Team A serves the ball. There is some probability that Team A serves the ball off the table (a UFE), resulting in a point for the other team. This is our first coin flip: is the ball kept on the table or not? If it IS kept on the table, there is another coin flip: did the serve, assuming no UFE, then result in an event? If there was no event, then the rally continues. If there WAS an event, we have yet another coin flip: was the event a hit or a sink? If it was a sink, the possession is over with a point for the serving team. If it was a hit, the receiving team gets a chance to save, which results in another coin flip: if the save fails, the serving team gets the point, if the save succeeds, we have ANOTHER coin flip, which is whether the save itself results in a point (for the sake of simplicity, we are ignoring the fact that a save can lead to a hit, and thus another save, and so on). If this coin flip goes one way, the receiving team gets a point for the save, and the possession ends. If this coin flip goes the other way, neither team has scored a point, and the rally continues as normal. Here’s a diagram of this process, with the formulas accompanying each line how we calculate the probability of that particular coin flip:

So a single serve can end in three different ways: a point for the serving team (team A), a point for the receiving team (team B), or the beginning of the rally, though there are as many as five different coin flips potentially involved in deciding which path through the chart is taken. If either team scores a point, then the serve begins again (with, of course, the usual rules for deciding which team is serving). If nothing happens on the serve, and we progress through to a rally, we then get a series of coin flips for every single shot during that rally to determine whether or not it is a UFE, a hit, a sink, a save, a save point, or nothing, similar to what happens with the serve. The probabilities involved are slightly different (if you look at the data, you see clearly that shooting and UFE %s on serves and on rallies are different for most players/teams), but the basic logic remains the same.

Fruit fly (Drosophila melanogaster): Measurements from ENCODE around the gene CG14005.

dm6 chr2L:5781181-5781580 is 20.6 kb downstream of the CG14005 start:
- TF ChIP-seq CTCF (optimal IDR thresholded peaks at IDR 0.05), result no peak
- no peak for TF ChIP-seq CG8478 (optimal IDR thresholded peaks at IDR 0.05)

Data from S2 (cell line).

So, the “game flow” for a whole pong game goes something like this:

Thanks to exhaustive video review, we have pretty decent measurements on the frequency of the different types of events that can occur during a pong game, and so can estimate the various coin flip probabilities involved. Simulating a pong game, then, is pretty simple: you are essentially just simulating an ordered series of coin flips, with particular probabilities associated with each one, embedded within the rules that govern serves and scoring (i.e. game to at least 21, have to win by two, serves switch every 5 points, etc). Given this set-up, we can then begin to evaluate the impact of certain teams, or players, by simulating large numbers of games. For now, let’s focus on team play, and ignore individual players until a later blogcat. Say we want to know how many Wins Above Replacement (WAR) a given team is: that is, how many more games would you expect this team to win than an average team, if playing against an average opponent? For example, if two completely average teams play each other 1000 times, you expect each of those teams to win about 500 of those games. If we replace one of those average teams with a particular team, say Nog + RJL or Bullets + Kavulich, then we can see how many games that team is expected to win against an average opponent. That number divided by 500 is then the approximate WAR for that team. Of course, since this simulation is random, even out of 1000 games the exact number won will be different, but as we increase the number of total simulated games, the closer the WAR will be to its hypothetical true value.